In 1920, the property was bought by public subscription, and in 1922, was donated to the National Trust. The area included the Garden Lodge, the nearby cottage, and the main garden features as shown inside the red dashed lines on the following map (Map 1) – click image to enlarge.
The property surrounding the Trust’s land was part of the Duke of Gloucester’s estates, managed by the Duke’s Land Agent for Barnwell Estates. Most of this land (shown hashed), together with the Hay Meadow which was leased to Barnwell Estates by the Trust, was used for arable farming. The Moated Orchard was also leased to Barnwell Estates, and also used initially for arable production, and eventually for game keeping for the ‘Barnwell Shoot’.
To the east of the Lodge was a scrubby parkland area known as Bradshaw Wood. By the early 1990s, this area had also been cleared for arable use.
The track and bridleway from Harley Way is the only access to the property. The bridleway continues beyond the cottage, passing very close to the front of the lodge and on to Bradshaw Wood.
The area owned by the Trust in 1922 (shown on the map above) totals a little over 11 hectares (27 acres). Just under 6 hectares (14 acres) of this was leased to Barnwell Estates as described above.
The original version of the map was created in 2008, primarily for the use of volunteers working at the property. The map was regularly updated to include new areas as they came under the Trust’s management control. The names shown on the map for various features and areas, and used throughout this document, were based on names already in general use, or because of their location. For example, ‘Bradshaw Plantation’ and ‘Bradshaw Green’, are located in the area known historically as ‘Bradshaw Wood’. All the other names were chosen to help identify the location, and to reflect the way it was maintained (at that time – 2008). For example:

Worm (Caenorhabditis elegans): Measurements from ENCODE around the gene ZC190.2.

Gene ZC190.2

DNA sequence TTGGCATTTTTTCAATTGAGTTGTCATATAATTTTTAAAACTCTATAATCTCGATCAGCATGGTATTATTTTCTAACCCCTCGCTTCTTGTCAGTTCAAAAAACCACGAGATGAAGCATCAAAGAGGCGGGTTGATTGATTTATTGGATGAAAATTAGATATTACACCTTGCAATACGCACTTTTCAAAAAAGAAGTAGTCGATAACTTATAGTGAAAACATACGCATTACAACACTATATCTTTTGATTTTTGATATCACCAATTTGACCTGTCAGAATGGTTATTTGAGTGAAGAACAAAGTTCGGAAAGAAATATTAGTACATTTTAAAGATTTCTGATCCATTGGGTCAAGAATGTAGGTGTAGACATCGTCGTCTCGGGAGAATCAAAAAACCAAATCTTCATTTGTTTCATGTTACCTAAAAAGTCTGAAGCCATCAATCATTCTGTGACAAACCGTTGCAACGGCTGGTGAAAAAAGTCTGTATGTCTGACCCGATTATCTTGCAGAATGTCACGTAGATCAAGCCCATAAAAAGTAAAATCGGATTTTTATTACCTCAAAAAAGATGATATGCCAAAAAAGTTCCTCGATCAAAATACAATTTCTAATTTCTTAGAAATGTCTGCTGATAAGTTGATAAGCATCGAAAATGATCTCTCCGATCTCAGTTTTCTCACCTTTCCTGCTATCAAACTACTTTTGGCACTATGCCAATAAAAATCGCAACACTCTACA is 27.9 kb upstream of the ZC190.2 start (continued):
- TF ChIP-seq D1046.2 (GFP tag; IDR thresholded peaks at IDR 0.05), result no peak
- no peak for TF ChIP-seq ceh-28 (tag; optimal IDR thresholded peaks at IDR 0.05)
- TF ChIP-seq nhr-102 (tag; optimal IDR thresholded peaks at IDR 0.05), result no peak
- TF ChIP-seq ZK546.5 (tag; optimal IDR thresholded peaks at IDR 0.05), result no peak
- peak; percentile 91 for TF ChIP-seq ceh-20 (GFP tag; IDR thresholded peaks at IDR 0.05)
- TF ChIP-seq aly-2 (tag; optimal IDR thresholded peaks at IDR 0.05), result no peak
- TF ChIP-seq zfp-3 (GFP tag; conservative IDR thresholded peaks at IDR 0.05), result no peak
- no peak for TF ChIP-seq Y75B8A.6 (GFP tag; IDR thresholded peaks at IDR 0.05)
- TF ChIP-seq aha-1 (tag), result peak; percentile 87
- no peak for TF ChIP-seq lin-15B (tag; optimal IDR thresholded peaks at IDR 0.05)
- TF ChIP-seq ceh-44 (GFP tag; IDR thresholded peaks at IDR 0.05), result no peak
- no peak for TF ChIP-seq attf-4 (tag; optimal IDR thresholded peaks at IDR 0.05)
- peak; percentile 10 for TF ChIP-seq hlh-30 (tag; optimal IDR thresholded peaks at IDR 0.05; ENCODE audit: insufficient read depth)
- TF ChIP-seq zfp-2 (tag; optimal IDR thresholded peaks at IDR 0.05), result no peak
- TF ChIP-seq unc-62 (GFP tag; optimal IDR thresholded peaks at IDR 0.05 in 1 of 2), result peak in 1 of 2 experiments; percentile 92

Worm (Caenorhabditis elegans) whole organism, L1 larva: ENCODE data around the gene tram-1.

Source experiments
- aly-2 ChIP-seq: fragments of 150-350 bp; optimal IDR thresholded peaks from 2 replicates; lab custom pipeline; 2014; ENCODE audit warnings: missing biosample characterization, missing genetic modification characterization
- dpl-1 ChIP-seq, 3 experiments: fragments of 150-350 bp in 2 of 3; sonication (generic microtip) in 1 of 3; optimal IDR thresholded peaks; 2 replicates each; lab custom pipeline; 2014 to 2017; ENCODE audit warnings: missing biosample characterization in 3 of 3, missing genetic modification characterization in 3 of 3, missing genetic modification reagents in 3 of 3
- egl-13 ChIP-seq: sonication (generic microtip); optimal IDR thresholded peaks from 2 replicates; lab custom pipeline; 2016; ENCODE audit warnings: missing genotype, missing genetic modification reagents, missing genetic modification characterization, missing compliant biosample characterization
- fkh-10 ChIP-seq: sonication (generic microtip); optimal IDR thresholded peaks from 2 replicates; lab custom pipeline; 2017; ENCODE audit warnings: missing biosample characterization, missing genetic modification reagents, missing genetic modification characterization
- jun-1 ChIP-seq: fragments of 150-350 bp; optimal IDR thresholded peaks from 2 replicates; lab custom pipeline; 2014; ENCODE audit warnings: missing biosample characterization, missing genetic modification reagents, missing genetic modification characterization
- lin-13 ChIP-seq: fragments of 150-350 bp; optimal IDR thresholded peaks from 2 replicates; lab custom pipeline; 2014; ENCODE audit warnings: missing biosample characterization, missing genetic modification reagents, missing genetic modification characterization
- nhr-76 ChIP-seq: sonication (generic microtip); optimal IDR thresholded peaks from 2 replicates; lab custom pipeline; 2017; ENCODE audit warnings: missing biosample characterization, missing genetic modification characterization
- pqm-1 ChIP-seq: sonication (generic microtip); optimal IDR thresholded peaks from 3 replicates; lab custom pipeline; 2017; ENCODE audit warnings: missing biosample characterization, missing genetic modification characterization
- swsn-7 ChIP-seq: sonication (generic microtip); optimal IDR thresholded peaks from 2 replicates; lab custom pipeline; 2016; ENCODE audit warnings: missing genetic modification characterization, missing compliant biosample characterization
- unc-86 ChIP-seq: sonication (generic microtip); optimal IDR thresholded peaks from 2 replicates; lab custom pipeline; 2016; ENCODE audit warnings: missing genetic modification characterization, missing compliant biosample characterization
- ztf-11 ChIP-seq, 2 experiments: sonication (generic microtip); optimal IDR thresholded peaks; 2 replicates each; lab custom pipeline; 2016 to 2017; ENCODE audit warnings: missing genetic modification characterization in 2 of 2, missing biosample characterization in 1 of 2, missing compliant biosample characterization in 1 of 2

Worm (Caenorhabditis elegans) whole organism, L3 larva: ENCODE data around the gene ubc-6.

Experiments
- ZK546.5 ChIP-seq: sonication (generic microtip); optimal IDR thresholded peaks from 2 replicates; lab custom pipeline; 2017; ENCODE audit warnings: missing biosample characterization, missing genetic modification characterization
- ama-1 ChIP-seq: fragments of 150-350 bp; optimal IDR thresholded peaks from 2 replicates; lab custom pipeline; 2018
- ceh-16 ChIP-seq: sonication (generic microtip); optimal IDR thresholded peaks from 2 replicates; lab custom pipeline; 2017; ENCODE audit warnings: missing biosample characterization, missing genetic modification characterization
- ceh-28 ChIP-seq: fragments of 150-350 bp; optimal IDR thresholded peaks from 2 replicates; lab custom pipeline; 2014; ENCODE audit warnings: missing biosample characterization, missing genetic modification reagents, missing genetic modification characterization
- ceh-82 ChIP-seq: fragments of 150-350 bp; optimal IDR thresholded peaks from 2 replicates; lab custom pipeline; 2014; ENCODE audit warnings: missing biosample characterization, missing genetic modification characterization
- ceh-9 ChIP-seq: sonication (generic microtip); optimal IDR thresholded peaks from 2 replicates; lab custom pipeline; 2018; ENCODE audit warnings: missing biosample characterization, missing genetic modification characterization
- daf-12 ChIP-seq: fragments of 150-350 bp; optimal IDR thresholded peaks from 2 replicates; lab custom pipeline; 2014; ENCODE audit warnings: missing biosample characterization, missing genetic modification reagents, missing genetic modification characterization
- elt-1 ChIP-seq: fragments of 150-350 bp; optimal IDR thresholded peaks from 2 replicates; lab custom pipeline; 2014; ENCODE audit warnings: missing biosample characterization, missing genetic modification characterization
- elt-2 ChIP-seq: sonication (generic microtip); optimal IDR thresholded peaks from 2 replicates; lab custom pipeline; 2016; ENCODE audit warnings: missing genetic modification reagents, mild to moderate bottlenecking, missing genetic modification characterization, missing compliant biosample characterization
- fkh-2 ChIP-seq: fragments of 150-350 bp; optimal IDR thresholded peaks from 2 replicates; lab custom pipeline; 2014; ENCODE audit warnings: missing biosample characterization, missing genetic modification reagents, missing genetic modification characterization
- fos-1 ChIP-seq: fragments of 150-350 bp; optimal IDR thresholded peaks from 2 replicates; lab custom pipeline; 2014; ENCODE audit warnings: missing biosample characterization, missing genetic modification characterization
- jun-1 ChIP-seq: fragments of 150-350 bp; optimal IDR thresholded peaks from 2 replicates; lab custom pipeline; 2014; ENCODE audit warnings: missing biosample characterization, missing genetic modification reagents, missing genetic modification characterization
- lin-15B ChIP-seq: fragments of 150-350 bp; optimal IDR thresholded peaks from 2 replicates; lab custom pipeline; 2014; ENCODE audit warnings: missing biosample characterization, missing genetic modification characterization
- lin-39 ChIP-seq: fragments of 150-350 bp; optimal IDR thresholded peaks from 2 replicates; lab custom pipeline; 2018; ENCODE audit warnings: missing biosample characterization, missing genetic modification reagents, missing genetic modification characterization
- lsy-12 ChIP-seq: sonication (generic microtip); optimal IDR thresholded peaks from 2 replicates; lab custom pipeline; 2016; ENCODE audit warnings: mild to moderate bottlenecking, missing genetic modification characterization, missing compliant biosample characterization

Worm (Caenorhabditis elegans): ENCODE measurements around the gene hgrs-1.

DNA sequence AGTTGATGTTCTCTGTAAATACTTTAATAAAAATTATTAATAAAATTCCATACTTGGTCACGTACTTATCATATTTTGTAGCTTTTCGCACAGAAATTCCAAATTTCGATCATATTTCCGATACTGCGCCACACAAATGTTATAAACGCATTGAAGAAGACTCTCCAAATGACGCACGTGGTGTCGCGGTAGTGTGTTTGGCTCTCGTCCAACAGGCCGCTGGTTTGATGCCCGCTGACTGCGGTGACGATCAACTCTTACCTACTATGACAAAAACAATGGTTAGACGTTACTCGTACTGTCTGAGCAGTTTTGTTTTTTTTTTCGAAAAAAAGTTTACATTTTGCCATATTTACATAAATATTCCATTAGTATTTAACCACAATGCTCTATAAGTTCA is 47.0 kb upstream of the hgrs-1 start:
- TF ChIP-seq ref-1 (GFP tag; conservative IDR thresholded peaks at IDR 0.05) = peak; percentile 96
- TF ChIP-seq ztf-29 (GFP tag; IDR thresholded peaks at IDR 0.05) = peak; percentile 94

- ‘meadows’ (eg Outer Meadow) are cut once a year for hay;
- ‘greens’ & ‘verges’ (eg Cottage Green/Lower Lane Verge) are cut frequently using ride-on mowers;
- ‘lawns’ (eg Visitor Lawn) are also cut frequently, but using hand mowers.
Depending on the source of information, three locations/features are sometimes (confusingly) referred to using different names. These are:
- On the maps ‘Pyramidal Mount’ – alternative ‘truncated mount’ or ‘prospect mount’.
- On the maps ‘Moated Orchard’ – alternative ‘middle orchard’ or ‘labyrinth meadow’.
- On the maps ‘Spiral Mount’ – alternative ‘snail mount’.
As the owner of the surrounding land, the Duke of Gloucester had a major influence over what could be done when recovering the Elizabethan garden. Mark Bradshaw points out that “The Duke is a local man whose family had a long association with Lyveden, and as an architect and historian, he was quite appreciative and understanding of what we were trying to create here.” However, there were times when disagreements arose, particularly with the Land Agent, and many hours were spent trying to resolve these issues amicably. During these discussions, Mark was able to draw on the historic evidence provided by aerial photographs, these photographs having recently been discovered.